EH: Finally, how do you feel after completing "Soo"?

SY: Very refreshed. I have the confidence to go anywhere in the world and make a film, not just South Korea. It's a bit of a shame that "Soo" will only be given a limited screening in Japan as part of a festival*2, but it'll receive a normal roadshow release in Europe, including Germany. So, I'll be pleased if some European producer who has no idea who Sai Yoichi is watches "Soo" and says "That was great, I want to work with this director". I'm ready to head off on my own at the drop of a hat!

*1 The surge of popularity of South Korean popular culture in other countries, especially in Asian countries. Called "Kanryu" in Japan.

*2 Kanryu Cinema Festival 2008, a travelling collection of South Korean films playing the Cinemart chain.


  1. Sai actually wrote an essay called 韓国映画撮影記 in JUne 2007 issue of Bungei Shunjyu.There he was a bit more harsher to the producers of "Soo" and as I trust Sai's words there,the production was a fiasco.

  2. That was interesting as hell.

  3. I thought that was very interesting as well.

    As for Soo, it's not what you might expect from a typical revenge film. It's as brutal and violent, but it's also very uneven in tone. It's not up to the par of Blood and Bones, but it's still something worth checking out for his fans.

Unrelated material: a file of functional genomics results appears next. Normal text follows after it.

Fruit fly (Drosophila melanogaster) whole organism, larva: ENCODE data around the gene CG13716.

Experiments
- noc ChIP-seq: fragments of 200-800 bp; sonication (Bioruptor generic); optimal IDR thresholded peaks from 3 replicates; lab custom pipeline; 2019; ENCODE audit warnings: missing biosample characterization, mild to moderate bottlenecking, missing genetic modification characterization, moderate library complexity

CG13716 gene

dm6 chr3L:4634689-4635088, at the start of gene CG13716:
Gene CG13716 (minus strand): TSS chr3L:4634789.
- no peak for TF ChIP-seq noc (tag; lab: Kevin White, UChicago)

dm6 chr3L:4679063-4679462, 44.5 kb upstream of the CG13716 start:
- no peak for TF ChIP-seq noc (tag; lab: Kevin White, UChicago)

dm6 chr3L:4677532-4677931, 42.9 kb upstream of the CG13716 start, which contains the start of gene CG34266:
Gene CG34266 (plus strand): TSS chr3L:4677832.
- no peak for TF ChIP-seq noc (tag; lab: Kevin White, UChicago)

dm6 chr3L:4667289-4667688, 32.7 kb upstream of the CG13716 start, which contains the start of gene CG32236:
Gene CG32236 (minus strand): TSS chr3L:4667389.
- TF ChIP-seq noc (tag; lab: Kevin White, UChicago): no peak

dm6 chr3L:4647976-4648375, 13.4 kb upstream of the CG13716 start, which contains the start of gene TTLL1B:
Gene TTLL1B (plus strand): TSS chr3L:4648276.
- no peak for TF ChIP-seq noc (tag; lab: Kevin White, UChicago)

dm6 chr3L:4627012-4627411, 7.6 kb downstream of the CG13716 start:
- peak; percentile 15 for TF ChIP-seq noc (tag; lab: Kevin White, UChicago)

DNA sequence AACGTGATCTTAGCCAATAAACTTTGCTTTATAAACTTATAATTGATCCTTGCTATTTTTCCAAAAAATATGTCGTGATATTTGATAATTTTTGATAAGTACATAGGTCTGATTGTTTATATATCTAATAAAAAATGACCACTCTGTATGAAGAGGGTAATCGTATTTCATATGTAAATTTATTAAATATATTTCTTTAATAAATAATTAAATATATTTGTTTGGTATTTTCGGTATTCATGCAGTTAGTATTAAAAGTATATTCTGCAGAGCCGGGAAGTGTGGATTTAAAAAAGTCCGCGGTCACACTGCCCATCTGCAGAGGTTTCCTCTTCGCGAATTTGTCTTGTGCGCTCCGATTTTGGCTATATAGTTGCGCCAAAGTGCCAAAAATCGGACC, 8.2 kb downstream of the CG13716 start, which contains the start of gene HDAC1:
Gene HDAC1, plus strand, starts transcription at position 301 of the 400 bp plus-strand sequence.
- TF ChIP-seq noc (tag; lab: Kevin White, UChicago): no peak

4. Ryuganji, this was a super effort. Thank you! My recollection of Sai's words, based on some machine translation (probably of the same source Aceface mentioned), was indeed a grueling, more hellish one. The most white-washed version however, is still Sai's Q&A with Park Chan-wook for a Korean film councili monthly. It's nice to see he's looking forward to more (pleasant) co-production experiences though.

  5. It was really interesting. I didn't really like Blood and Bones - I felt the story was too big to make a film and could be edited (text wise) better.

    So I was never really interested in Soo despite the fact that the plot was good - now after reading this, I really am curious on how the film turned out after so many problems.

    The bit where the art crew put single sheet on a double bed really suprised me.

  6. Aceface,
    Thanks for reminding me about that article. I've managed to track down a copy, so I'll probably translate that as well.

    Beats the hell out of the usual pre-release puff pieces don't it?

    Golden Rock,
    The reviews I read prevented me from buying the Korean DVD, but now I think I'll try and catch it at Cinemart Roppongi later this month.

    You're welcome! Do you know if that Q&A is online in English?

    Ditto on the piqued curiosity re: "Soo". I had mixed feelings about "Blood and Bone" as well, and even though I usually don't rate Beat Takeshi's acting highly he certainly embodied the role. It'd make a lovely cheerful double-feature with "There Will Be Blood".

  7. Ryuganji, the Sai/Park Q&A (puff puff, LOL) is on pg 56:

  8. Brilliant Ed, thanks heaps. Sai and Park's mutual admiration society was still an interesting read. If only Unijapan had the resources to produce something similar...